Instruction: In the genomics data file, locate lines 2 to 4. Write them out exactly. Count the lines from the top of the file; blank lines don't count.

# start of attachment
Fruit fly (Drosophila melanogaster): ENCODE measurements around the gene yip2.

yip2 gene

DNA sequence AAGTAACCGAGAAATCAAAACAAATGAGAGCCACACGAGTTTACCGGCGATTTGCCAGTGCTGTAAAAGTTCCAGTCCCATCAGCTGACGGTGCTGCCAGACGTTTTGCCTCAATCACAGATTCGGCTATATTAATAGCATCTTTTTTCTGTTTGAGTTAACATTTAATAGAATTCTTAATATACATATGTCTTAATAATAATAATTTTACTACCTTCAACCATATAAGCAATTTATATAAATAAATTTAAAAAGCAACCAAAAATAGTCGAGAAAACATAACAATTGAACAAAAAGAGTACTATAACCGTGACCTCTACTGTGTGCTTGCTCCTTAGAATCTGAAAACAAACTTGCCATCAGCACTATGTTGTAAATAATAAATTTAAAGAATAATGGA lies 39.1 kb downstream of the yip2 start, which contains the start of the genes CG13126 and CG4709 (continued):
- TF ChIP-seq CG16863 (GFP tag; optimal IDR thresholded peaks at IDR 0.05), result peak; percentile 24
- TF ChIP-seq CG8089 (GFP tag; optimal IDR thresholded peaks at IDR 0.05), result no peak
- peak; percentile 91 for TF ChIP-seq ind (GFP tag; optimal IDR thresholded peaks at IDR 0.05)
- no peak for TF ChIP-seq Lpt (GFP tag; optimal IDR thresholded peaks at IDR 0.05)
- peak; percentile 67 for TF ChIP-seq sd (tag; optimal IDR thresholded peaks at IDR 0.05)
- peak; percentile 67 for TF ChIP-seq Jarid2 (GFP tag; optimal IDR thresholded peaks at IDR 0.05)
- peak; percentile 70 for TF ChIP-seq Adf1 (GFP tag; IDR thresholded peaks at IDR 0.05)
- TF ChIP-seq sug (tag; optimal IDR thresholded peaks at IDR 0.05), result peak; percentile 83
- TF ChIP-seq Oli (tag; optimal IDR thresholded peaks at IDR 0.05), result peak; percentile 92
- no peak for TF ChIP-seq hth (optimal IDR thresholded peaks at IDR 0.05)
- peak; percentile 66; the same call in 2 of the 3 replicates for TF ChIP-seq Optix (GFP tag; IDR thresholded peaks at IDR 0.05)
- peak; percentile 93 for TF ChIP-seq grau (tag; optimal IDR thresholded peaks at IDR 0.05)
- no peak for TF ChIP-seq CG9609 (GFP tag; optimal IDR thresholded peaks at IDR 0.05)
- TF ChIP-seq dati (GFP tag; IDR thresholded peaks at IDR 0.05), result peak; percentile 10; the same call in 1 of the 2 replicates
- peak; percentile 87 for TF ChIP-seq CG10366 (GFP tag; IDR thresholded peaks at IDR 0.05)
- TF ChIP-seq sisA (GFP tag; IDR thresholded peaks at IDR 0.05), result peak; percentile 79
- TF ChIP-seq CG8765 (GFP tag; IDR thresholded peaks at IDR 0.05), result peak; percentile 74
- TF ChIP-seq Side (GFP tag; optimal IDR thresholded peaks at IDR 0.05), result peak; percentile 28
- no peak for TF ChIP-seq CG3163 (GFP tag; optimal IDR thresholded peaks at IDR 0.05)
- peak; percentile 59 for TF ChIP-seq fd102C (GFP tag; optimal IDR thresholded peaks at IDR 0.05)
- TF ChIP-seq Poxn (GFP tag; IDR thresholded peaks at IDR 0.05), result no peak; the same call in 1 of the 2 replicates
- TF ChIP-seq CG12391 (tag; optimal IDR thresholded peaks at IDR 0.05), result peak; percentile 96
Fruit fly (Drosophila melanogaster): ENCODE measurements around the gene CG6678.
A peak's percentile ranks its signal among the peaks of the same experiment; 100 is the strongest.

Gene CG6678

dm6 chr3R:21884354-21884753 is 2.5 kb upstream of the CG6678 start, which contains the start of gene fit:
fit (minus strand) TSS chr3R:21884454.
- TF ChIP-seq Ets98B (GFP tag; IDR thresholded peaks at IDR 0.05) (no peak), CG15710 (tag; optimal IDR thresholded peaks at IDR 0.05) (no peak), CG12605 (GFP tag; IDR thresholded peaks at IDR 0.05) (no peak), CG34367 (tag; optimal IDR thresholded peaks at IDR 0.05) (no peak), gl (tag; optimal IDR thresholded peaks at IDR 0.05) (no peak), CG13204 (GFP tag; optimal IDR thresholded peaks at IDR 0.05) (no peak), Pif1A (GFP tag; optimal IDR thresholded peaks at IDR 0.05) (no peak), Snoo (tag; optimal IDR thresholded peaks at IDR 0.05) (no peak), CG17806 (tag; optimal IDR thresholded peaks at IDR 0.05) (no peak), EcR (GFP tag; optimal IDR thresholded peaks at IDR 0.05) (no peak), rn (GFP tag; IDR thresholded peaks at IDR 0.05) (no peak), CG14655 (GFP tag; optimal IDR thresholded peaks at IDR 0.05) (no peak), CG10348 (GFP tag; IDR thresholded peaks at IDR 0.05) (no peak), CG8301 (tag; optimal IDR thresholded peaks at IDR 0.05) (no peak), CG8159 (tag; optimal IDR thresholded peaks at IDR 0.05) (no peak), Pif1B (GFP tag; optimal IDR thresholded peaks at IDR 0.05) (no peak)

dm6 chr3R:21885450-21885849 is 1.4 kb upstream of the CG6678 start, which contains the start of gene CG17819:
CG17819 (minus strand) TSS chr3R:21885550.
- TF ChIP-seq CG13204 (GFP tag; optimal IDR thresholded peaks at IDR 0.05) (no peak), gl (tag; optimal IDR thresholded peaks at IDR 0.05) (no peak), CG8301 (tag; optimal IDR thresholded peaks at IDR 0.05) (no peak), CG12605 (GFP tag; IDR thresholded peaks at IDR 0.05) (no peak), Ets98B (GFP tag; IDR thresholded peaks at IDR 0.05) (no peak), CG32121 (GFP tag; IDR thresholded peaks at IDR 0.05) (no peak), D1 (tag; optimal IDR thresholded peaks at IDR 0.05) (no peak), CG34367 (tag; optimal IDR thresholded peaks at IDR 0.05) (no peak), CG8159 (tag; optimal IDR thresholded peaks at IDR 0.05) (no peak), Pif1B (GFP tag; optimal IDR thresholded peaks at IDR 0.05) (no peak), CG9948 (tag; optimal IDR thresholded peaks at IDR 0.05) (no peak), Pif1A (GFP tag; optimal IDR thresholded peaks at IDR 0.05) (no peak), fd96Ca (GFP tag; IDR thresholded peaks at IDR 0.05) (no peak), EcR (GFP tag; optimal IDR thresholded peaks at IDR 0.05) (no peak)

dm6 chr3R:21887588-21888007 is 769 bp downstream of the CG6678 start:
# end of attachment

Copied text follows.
yip2 gene

DNA sequence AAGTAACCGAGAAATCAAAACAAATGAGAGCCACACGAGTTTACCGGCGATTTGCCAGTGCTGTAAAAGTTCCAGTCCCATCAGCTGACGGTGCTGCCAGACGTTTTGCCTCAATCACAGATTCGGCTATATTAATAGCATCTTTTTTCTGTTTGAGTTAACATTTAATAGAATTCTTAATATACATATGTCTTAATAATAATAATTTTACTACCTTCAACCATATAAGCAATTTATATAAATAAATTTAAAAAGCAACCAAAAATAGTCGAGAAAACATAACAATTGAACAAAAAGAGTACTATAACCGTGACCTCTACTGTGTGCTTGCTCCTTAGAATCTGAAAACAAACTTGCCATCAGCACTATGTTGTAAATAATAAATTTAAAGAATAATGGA lies 39.1 kb downstream of the yip2 start, which contains the start of the genes CG13126 and CG4709 (continued):
- TF ChIP-seq CG16863 (GFP tag; optimal IDR thresholded peaks at IDR 0.05), result peak; percentile 24